What are the Requirements for Crime Scene Cleanup?
Crime scene cleanup is demanding work. As crime scene cleaners you must manage a wide range of situations, and you must be able to compose yourself professionally when faced with homicides and unattended deaths. If you are interested in pursuing a career in crime scene cleanup, it will help to gain a better understanding of what the job entails before beginning any crime scene cleanup training.
Crime Scene Cleanup FAQ
What are the crime scene cleanup training, skills, and background requirements?
In most states, crime scene cleaners are not required to possess a college degree or certification. More than anything, it is important for crime scene cleaners to have the following:
Compassion. Crime scene cleaners encounter a wide range of tragic circumstances and should be able to provide the families with support and reassurance.
Stamina. The job of a crime scene cleaner can be physically challenging and requires technicians to wear biohazard suits, full face masks, respirators, and multiple sets of protective gloves.
Training. Most crime scene cleanup companies require crime scene cleanup training for their employees, educating them on best practices, the use of personal protective equipment (PPE), and safety risks such as bloodborne pathogen exposure. Candidates in crime scene cleanup training learn about techniques for removing odors, cleaning body fluids, methods for personal protection, and how to avoid cross contamination.
Integrity. Because customers trust crime scene cleaners with their homes, personal property, and safety—integrity is a must. Many crime scene cleanup companies also require random drug testing and candidates to pass a background check.
Commitment. Families often require crime scene cleanup services during odd hours. Therefore, crime scene cleaners should be dedicated to the work and have flexible availability.
Attention to detail. Crime scene cleanup can result in several health risks, so following protocol and paying close attention to detail is a must for all crime scene cleaners.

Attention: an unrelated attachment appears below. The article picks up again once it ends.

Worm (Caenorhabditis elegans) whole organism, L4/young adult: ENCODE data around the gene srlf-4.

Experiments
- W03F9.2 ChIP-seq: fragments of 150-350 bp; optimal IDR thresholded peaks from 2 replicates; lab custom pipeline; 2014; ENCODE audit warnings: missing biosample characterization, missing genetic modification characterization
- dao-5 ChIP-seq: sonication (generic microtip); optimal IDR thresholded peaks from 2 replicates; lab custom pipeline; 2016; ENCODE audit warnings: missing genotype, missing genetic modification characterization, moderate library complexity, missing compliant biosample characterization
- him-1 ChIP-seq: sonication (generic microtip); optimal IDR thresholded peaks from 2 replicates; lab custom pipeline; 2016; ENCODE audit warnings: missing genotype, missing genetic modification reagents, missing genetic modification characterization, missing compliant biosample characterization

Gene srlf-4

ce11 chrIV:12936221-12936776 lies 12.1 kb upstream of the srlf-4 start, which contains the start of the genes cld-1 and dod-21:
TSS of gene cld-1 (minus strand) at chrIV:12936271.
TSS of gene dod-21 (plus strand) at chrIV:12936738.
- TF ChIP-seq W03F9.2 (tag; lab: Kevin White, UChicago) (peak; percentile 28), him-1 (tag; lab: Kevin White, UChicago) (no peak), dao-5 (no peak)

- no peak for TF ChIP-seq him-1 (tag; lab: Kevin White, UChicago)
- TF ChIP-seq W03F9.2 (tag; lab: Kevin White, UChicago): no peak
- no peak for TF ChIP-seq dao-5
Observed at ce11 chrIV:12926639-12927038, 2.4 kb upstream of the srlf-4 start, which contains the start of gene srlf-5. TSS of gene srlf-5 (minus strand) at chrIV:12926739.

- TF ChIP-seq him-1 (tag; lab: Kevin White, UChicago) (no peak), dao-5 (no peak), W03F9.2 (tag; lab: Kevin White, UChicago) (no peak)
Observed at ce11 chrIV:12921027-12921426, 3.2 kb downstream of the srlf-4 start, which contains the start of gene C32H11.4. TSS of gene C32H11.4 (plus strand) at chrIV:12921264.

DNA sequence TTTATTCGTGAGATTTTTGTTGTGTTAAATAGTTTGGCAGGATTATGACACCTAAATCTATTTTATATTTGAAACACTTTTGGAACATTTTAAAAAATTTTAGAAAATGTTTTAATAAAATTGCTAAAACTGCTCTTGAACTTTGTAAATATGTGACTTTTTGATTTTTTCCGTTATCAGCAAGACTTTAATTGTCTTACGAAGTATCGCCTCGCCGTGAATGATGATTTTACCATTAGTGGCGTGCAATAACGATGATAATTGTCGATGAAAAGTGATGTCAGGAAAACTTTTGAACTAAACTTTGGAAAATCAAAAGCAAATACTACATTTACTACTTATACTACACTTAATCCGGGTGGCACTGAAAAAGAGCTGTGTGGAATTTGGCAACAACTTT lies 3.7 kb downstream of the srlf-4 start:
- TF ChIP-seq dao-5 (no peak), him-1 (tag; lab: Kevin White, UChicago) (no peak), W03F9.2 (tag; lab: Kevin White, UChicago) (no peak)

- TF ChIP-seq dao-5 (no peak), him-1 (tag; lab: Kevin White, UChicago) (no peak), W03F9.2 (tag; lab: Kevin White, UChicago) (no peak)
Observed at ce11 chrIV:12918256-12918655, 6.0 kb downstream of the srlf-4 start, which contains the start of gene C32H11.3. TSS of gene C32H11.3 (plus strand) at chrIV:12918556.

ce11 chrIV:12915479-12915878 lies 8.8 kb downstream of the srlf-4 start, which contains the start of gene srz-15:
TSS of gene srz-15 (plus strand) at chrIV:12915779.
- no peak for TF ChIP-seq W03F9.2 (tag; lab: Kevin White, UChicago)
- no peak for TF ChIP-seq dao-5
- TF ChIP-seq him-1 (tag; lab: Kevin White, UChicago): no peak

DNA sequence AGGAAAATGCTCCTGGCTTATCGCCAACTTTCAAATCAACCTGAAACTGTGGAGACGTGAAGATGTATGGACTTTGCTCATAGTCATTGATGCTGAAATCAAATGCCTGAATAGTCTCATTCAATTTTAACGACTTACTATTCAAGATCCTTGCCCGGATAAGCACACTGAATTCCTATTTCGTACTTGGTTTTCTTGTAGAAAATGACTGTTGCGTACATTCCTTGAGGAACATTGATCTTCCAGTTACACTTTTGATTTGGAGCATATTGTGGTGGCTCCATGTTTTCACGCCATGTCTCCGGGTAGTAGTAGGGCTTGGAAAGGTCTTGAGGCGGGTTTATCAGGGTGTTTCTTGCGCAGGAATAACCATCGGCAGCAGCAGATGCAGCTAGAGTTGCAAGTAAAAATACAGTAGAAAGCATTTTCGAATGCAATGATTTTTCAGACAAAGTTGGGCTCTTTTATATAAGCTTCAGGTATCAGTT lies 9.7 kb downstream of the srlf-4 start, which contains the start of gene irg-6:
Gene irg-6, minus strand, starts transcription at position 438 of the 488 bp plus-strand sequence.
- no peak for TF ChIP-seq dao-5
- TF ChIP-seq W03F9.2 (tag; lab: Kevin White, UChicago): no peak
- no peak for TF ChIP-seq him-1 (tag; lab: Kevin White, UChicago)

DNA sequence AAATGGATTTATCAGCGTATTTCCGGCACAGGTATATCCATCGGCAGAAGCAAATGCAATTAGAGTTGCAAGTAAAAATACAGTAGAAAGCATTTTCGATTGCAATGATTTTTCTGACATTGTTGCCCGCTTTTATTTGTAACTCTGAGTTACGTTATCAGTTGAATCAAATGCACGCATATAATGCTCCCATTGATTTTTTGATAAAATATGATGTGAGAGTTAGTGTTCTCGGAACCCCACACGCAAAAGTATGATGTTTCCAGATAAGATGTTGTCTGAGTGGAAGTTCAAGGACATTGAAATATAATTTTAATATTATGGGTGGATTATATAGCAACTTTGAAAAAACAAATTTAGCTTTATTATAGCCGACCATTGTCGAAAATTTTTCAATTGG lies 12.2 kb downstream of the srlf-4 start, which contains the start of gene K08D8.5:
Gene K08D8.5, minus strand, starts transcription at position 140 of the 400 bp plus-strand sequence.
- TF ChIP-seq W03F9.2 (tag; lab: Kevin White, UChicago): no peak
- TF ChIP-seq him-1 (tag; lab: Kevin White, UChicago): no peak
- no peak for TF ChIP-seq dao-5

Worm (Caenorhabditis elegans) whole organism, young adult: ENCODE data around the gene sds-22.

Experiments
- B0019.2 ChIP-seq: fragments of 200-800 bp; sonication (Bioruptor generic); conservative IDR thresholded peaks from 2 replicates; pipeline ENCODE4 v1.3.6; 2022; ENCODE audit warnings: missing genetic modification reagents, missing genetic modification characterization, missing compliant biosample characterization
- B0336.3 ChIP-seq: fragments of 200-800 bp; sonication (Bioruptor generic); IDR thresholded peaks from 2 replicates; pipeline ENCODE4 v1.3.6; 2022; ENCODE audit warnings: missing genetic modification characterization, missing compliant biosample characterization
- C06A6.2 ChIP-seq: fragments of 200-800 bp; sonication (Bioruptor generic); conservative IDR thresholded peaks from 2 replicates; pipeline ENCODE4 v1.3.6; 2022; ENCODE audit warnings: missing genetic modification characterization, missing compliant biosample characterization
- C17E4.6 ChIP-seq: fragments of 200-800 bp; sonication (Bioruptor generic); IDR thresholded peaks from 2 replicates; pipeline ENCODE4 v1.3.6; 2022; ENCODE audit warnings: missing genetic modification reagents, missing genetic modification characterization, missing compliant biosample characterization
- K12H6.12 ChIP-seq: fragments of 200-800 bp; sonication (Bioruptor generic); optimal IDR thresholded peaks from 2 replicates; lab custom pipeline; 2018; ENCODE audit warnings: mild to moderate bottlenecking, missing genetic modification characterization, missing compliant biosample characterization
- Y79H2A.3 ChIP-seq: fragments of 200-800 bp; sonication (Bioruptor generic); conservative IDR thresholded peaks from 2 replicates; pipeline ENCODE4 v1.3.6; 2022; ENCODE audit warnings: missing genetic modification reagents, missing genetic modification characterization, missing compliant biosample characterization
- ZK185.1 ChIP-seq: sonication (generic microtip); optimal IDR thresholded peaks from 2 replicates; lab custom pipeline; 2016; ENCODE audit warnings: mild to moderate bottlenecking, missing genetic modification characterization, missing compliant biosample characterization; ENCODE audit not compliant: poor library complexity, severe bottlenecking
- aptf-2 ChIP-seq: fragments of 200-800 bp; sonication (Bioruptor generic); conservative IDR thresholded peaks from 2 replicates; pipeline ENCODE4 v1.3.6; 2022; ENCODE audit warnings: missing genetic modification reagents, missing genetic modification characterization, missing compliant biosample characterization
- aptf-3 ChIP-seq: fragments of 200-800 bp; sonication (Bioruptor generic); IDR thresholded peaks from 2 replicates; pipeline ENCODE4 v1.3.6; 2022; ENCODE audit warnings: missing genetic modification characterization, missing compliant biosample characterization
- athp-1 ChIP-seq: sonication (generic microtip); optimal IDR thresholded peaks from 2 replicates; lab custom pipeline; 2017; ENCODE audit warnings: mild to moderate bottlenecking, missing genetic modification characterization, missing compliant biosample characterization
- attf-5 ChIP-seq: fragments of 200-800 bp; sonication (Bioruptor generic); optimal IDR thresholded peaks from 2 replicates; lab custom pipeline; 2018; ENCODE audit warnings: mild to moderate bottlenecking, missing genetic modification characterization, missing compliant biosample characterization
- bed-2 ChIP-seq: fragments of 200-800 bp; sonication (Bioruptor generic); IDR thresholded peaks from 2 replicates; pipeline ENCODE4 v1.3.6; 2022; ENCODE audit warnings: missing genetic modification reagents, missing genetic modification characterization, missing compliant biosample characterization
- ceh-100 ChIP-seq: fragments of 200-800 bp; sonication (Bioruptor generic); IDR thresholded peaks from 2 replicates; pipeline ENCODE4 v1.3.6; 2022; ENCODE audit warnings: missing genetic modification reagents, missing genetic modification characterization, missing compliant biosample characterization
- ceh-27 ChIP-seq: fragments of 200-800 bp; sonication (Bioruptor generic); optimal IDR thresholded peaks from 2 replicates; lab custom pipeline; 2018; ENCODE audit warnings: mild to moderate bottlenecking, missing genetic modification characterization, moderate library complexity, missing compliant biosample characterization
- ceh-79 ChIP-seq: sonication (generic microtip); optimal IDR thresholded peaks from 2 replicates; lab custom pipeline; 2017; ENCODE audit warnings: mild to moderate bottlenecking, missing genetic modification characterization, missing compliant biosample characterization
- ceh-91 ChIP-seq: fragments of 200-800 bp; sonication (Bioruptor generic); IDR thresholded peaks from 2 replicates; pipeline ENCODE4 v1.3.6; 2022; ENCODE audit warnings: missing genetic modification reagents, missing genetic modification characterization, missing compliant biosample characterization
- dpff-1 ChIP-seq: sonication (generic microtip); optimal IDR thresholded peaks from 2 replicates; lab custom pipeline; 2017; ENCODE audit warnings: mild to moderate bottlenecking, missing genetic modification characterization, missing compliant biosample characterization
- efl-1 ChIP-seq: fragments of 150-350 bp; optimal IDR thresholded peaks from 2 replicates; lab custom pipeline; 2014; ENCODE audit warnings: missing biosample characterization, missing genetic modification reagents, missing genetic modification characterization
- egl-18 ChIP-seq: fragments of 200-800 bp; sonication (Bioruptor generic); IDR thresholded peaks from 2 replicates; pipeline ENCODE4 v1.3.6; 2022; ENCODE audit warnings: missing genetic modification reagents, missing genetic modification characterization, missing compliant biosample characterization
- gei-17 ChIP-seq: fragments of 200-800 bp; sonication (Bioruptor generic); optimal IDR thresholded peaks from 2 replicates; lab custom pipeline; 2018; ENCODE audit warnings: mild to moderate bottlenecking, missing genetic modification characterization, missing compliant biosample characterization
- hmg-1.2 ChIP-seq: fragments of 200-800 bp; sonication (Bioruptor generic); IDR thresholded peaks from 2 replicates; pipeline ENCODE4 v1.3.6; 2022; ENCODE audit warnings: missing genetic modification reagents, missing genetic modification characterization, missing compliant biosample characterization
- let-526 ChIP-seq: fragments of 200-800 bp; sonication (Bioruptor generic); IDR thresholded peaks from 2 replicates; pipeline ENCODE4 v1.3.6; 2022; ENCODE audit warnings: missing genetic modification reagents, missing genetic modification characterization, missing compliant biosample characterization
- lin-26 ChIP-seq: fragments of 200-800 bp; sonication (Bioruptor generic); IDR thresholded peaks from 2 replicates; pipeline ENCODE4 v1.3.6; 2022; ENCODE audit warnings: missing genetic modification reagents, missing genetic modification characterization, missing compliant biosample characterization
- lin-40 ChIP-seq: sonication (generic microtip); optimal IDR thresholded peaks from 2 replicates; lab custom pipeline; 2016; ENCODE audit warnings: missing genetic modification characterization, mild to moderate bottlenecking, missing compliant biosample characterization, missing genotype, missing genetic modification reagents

What exactly do crime scene cleaners do?
Crime scene cleaners specialize in cleaning and sanitizing homes, businesses, and vehicles after homicides, suicides, industrial accidents, and other traumas while demonstrating compassion toward those receiving services. As “second responders,” our #1 goal is to help families recover by relieving them of the burden of cleanup and return to them a home that is completely safe, clean, and sanitized.
How is this different from a typical cleaning service?
Crime scene cleanup companies do more than just clean—they completely sanitize the affected area with special cleaning agents and are able to remediate situations that typical cleaning services cannot. Some of these situations include:
Tear gas cleanup. Tear gas is sometimes used by law enforcement at the scene of a crime and can be terribly difficult to clean afterwards. Until all of the chemicals are remediated, a building will remain unsafe and should not be inhabited.
Unattended death cleanup. One of the most challenging situations that crime scene cleaners face is an unattended death. Many people underestimate the detrimental effects that an unattended death can have on the home and do not realize that it can impact both the safety and well-being of future occupants if not completely restored.
Suicide and accident cleanup. Cleaning up blood and other biological matter should be handled with extreme caution. A crime scene cleanup company—unlike a general cleaning crew—possesses the tools and knowledge to remediate a scene thoroughly and safely.
Are there specific health and safety requirements that crime scene cleaners must meet?
Although crime scene cleanup is not an officially regulated industry, there are restrictions, regulations, and guidelines that all crime scene cleaners must follow to ensure public health and safety. These protocols are overseen by agencies such as the Occupational Safety and Health Administration (OSHA), the National Institute of Occupational Safety and Health (NIOSH), and the Department of Transportation (DOT). This PDF delves deeper into OSHA’s Bloodborne Pathogens Standard.
Professional & Compassionate Crime Scene Cleanup Services
Since 1996, Aftermath has been the industry leader in crime scene cleanup, trauma, and biohazard removal services. At Aftermath, we believe that our people are what make the difference and that our compassionate, highly trained, and committed technicians help set us apart. Explore our website to learn more about Aftermath, our services, and career opportunities.